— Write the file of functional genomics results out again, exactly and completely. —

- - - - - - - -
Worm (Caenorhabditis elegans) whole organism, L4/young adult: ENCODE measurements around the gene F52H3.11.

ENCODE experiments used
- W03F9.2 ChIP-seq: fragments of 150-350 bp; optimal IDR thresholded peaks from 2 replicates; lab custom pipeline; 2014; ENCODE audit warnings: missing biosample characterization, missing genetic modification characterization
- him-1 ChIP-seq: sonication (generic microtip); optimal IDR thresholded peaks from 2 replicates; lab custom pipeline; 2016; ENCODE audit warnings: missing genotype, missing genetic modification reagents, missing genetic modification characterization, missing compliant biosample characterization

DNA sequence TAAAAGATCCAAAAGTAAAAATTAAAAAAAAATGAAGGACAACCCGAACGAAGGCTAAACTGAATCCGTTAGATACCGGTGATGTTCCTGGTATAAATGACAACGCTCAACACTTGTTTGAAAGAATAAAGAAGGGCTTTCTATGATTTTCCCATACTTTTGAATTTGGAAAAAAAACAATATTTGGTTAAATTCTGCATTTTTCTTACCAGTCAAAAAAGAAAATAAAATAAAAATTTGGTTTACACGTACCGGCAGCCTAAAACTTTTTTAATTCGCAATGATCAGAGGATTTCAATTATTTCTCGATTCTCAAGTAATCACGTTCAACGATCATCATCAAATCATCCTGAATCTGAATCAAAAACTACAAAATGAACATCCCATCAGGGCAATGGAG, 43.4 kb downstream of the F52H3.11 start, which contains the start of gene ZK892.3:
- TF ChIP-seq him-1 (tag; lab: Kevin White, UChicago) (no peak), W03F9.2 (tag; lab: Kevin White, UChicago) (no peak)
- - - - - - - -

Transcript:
Worm (Caenorhabditis elegans) whole organism, L4/young adult: ENCODE measurements around the gene F52H3.11.

ENCODE experiments used
- W03F9.2 ChIP-seq: fragments of 150-350 bp; optimal IDR thresholded peaks from 2 replicates; lab custom pipeline; 2014; ENCODE audit warnings: missing biosample characterization, missing genetic modification characterization
- him-1 ChIP-seq: sonication (generic microtip); optimal IDR thresholded peaks from 2 replicates; lab custom pipeline; 2016; ENCODE audit warnings: missing genotype, missing genetic modification reagents, missing genetic modification characterization, missing compliant biosample characterization

DNA sequence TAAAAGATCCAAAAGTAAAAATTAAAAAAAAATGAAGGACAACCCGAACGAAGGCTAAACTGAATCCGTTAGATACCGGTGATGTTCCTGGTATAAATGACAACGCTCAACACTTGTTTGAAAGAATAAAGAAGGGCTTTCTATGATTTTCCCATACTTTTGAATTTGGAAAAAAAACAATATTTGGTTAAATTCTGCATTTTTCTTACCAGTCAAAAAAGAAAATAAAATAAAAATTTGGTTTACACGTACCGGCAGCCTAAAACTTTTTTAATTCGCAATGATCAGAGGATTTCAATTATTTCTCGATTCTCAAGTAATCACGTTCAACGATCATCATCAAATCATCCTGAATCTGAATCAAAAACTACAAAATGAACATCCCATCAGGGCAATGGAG, 43.4 kb downstream of the F52H3.11 start, which contains the start of gene ZK892.3:
- TF ChIP-seq him-1 (tag; lab: Kevin White, UChicago) (no peak), W03F9.2 (tag; lab: Kevin White, UChicago) (no peak)